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July 1, 2013


RNA Interference Remarkably Effective

at Protecting Shrimp Against Mortality


From Abstract: The potential of RNA interference (RNAi) approaches to inhibit viral replication and thus protect shrimp against diseases of significant economic importance has inspired a lot of recent research and investment.  As shrimp cells possess the RNAi machinery needed to cleave long double-stranded (ds)RNAs into short-interfering (si)RNAs capable of specific mRNA destruction, optimizing systems for dsRNA delivery and longevity are now the major obstacles to commercial application in shrimp.  At Australia’s Commonwealth Scientific and Industrial Research Organization (CSIRO), tail-muscle injection of juvenile Black Tiger shrimp (Penaeus monodon) with a cocktail of 5 dsRNAs targeted to different regions across the ORF1a-1b gene of gill-associated virus (GAV) was found to be remarkably effective at protecting shrimp against mortality following GAV challenge.  A 12 days post-challenge, 97% of dsRNA-injected shrimp remained alive compared to only 10% of saline-injected controls.  Quantitative PCR analysis confirmed that this was due to GAV replication being inhibited.


Based on the success of the GAV-challenge bioassays, proof-of-concept experiments are now proceeding to determine whether muscle injection of the GAV dsRNA cocktail can reduce or clear chronic moderate-level GAV infection as found commonly in wild broodstock captured in north Queensland for use in hatcheries.  Once demonstrated in juveniles, the method will be applied with broodstock in hatchery environments to examine for any impacts on reproductive output as well as reduced vertical transmission levels of GAV infection to progeny.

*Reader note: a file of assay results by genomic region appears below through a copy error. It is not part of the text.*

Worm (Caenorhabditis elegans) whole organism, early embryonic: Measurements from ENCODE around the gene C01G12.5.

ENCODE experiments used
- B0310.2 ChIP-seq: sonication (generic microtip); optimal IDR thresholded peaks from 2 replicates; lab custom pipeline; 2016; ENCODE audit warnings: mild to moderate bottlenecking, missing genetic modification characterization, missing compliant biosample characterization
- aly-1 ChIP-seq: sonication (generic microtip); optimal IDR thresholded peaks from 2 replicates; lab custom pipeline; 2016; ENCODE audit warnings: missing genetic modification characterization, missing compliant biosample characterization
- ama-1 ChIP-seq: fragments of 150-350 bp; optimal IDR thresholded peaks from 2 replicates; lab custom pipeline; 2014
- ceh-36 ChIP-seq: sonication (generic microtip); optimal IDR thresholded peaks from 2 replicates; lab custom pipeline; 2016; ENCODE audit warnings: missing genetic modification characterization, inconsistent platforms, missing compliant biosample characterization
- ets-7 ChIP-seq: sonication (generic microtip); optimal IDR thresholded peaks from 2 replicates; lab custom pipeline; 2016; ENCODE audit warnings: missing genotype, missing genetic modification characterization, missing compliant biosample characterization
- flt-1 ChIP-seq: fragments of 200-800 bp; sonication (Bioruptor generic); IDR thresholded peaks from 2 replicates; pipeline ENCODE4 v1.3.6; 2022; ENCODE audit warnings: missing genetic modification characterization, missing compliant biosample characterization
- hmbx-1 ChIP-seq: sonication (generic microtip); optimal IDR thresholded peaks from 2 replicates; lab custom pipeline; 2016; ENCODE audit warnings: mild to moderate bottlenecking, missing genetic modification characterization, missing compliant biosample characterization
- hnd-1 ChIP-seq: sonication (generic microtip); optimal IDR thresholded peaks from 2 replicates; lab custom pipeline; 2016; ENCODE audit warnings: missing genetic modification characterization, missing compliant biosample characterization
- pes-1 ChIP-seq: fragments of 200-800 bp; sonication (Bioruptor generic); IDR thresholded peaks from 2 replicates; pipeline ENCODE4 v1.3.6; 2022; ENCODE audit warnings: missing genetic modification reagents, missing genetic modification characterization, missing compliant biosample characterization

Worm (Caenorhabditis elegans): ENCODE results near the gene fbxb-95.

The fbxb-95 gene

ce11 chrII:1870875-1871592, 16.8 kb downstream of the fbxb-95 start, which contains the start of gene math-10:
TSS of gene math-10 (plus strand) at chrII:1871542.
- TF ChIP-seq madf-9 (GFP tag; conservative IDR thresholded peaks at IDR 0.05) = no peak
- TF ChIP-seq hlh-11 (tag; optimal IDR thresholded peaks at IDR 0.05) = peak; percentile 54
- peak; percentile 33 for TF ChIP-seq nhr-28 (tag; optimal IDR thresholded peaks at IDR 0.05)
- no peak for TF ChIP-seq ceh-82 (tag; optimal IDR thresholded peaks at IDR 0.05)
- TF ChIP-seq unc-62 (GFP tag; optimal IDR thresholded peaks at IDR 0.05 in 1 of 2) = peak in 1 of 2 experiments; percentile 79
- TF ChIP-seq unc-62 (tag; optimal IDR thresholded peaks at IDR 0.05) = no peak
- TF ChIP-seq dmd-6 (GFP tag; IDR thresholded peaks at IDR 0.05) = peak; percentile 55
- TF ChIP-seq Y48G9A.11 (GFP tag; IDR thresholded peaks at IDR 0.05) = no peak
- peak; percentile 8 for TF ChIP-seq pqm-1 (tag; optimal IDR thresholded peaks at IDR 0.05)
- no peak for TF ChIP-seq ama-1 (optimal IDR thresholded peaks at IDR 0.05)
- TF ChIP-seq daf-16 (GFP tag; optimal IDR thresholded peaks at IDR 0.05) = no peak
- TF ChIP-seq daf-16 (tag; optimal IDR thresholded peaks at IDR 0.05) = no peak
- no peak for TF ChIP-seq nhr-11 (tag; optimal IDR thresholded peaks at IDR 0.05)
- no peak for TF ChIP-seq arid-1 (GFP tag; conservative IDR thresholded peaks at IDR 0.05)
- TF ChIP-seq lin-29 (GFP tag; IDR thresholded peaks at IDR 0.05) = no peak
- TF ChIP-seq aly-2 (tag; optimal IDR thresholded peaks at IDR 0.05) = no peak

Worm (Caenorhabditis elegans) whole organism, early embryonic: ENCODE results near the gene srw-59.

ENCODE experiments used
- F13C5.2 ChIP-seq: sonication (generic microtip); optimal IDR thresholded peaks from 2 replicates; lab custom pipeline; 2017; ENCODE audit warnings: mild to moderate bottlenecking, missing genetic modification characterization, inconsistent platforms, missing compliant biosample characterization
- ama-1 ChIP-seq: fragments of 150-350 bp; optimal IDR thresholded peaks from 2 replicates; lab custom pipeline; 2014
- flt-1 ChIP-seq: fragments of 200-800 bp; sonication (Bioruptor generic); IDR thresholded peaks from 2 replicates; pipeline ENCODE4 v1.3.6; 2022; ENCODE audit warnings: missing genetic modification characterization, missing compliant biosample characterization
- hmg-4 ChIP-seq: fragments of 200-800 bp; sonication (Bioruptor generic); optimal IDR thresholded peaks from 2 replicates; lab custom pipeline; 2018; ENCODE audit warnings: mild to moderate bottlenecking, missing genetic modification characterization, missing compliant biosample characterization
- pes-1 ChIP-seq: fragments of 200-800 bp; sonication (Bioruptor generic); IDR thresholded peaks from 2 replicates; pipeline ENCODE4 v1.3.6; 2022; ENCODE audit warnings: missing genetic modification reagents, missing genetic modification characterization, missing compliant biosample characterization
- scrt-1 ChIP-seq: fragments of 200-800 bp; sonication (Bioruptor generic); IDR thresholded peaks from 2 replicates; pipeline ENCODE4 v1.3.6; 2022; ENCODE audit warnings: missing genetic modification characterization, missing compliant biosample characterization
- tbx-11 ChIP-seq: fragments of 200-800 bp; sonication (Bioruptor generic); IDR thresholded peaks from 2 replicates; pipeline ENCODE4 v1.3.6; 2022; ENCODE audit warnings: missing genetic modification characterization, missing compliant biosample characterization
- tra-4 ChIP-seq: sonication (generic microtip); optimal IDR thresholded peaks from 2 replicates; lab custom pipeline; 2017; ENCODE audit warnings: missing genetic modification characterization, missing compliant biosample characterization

In this talk we will describe the approaches we have been used to select GAV target sites for maximum efficacy as well as progress made to date in protecting shrimp against GAV challenge and in clearing natural GAV injections from broodstock to limit transmission occurring in hatcheries.


Source: The Thumb Drive Containing the Abstracts from Aquaculture 2013 (February 21-25, 2013, Nashville, Tennessee, USA).  Information: John Cooksey, World Aquaculture Conference Management, P.O. Box 2302, Valley Center, California 92082 USA (phone 1-760-751-5005, fax 1-760-751-5003, email  RNA Interference to Clear Viral Infection from Shrimp.  Melony J. Sellars (, CSIRO Food Futures Flagship, CSIRO Marine and Atmospheric Research, 41 Boggo Road, Dutton Park, Queensland, Australia 4102) Min Rao and Jeff A. Cowley.  February 2013.


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